A Koori resident of Redfern says ‘I would like to see the community back to the way it was – everybody sort of knew each other’s kids – and they all looked out for each other – and everybody knowing each other that lives there – moving the drugs out. Just be able to give the Aboriginal people, not an advantage, but give them a little something to help them on their way. With housing – hopefully they can get jobs from that … I’d like to see the future of Aboriginal people to be able to live not in poverty, but in a unit or a house that is normal or liveable – not worried about walking over the floorboards and falling down – or worried about rats that are as big as cats.’ (Pitts p. 4/2)


The AHC plans incorporate more private and secure spaces in the residential area, clearly demarcating the private spaces.

Justine Saunders, OAM is an Australian stage, film and television actress. She is a member of the Woppaburra clan from the Kanomie people of Keppel Island, Queensland. At the age of 11, she is removed from her mother Heather and placed in a convent. Justine first comes to prominence as a cast member of the 1970s soap opera Number 96 in 1976, and is also remembered for her role in Prisoner. Other TV credits include: Farscape, Blue Heelers, the mini-series Women of the Sun, and her film work includes The Chant of Jiimy Blacksmith and The Fringe dwellers. She dies in 2007.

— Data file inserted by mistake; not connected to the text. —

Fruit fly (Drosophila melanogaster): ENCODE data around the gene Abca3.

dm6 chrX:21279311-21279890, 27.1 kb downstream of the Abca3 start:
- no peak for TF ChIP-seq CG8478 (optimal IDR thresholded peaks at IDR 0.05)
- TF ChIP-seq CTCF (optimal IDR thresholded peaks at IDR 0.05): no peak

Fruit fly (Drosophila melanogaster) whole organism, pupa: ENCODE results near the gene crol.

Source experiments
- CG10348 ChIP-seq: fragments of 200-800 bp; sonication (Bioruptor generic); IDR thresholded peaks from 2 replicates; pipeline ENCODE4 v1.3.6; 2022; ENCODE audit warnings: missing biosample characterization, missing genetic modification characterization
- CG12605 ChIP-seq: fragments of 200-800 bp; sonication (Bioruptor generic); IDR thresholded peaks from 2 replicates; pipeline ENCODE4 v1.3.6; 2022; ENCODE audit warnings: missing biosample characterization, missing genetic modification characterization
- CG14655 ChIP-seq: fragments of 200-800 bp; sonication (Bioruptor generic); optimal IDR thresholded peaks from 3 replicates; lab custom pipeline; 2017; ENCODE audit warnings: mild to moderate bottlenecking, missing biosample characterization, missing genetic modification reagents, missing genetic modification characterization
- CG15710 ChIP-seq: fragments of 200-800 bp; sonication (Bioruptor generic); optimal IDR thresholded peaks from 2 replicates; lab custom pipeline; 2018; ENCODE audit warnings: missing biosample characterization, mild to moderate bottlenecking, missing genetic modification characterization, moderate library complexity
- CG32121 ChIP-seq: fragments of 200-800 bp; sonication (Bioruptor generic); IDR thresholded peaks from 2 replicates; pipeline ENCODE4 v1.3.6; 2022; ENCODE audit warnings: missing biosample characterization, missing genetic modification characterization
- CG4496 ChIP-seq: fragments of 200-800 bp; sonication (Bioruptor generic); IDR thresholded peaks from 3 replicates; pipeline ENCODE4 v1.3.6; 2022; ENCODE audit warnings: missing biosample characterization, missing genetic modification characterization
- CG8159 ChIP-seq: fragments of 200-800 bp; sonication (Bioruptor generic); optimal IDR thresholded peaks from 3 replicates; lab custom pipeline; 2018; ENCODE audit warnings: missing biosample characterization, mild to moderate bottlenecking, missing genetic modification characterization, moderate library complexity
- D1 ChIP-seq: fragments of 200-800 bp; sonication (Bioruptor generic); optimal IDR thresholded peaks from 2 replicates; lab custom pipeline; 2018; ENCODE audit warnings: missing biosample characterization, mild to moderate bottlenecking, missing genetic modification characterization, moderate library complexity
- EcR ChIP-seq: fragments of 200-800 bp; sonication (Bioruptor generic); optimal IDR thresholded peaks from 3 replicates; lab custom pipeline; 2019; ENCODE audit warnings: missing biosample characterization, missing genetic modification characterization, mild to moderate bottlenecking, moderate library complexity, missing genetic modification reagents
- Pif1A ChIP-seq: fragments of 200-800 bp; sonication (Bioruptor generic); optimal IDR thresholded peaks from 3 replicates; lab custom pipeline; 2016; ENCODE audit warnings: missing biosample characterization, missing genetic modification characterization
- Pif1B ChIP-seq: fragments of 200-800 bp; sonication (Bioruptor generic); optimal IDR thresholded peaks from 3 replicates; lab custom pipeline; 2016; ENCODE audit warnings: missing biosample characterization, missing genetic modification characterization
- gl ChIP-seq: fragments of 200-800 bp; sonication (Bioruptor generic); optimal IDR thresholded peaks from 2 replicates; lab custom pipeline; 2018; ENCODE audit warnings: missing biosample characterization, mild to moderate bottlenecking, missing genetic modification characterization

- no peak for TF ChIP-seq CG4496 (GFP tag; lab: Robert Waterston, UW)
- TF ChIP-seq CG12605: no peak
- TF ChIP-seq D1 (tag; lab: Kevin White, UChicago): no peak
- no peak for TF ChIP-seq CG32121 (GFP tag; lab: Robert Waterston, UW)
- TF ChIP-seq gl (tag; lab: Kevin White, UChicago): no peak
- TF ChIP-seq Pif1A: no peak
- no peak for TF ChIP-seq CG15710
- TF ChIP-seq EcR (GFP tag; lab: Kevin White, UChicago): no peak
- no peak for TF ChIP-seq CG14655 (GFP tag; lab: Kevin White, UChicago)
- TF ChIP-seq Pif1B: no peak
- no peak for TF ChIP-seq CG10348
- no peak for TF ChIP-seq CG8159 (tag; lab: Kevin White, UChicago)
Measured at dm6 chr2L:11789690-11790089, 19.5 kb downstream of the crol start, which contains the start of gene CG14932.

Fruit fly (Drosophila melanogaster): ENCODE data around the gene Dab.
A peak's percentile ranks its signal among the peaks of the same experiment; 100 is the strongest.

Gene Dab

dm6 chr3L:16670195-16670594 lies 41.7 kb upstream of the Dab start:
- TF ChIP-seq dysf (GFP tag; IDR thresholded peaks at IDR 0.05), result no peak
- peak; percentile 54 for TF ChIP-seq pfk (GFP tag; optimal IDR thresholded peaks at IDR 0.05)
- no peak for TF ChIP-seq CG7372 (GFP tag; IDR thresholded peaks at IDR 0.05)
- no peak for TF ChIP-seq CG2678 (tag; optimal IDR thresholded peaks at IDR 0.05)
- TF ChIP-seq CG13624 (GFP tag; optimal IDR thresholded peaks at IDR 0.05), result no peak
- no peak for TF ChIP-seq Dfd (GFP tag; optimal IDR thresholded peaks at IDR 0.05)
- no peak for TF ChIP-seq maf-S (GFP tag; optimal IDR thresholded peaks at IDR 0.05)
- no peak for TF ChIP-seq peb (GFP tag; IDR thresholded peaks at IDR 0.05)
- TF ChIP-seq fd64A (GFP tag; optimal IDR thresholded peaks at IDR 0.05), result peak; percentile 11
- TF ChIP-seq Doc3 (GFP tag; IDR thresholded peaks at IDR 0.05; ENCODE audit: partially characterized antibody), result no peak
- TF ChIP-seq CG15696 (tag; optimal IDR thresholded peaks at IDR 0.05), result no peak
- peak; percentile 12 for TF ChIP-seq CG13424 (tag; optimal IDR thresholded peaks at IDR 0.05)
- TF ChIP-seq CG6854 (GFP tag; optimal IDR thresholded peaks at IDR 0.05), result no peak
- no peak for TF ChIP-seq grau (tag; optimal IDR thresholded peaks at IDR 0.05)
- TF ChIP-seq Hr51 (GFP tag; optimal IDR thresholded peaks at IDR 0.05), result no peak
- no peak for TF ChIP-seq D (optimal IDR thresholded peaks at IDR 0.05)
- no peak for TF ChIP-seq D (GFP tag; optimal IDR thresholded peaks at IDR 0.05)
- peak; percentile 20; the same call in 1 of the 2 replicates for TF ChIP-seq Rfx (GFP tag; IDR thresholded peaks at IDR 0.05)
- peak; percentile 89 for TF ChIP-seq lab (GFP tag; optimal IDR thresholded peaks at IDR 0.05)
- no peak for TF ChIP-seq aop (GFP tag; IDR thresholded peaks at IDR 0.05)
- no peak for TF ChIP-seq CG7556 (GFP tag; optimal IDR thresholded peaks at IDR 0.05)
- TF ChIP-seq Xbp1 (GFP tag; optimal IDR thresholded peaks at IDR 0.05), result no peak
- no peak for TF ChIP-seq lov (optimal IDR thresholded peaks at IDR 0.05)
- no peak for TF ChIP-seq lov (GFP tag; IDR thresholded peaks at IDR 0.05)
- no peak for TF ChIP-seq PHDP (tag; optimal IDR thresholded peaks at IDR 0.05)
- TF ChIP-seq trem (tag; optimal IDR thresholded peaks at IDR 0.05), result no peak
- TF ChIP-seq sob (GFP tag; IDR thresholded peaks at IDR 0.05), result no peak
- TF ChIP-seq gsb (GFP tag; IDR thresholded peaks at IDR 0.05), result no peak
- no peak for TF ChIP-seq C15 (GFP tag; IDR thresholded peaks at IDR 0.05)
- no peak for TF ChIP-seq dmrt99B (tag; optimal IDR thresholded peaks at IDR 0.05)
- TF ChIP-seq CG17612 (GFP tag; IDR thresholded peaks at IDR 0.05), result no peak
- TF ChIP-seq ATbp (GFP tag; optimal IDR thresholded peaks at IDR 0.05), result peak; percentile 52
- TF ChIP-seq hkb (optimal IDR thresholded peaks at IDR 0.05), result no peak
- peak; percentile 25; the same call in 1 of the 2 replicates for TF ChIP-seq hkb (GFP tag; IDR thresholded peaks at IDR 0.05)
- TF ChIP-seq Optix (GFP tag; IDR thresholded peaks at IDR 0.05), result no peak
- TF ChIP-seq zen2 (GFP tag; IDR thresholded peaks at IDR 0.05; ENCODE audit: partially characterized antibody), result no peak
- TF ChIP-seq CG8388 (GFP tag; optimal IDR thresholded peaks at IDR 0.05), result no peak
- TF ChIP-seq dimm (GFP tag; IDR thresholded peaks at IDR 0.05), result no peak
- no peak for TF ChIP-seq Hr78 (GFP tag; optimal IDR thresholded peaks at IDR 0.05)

At UTS, the Faculty restrucuture the BEd Adult Education major in Aboriginal Studies/Language Literacy & Numeracy. Lecturing staff include Leanne King, Wendy Jobson, Jennifer Newman and Karen Vaughan. Administration staff include Melanie Saunders and Bertie Watts. Dr Karen Vaughan completes her PhD.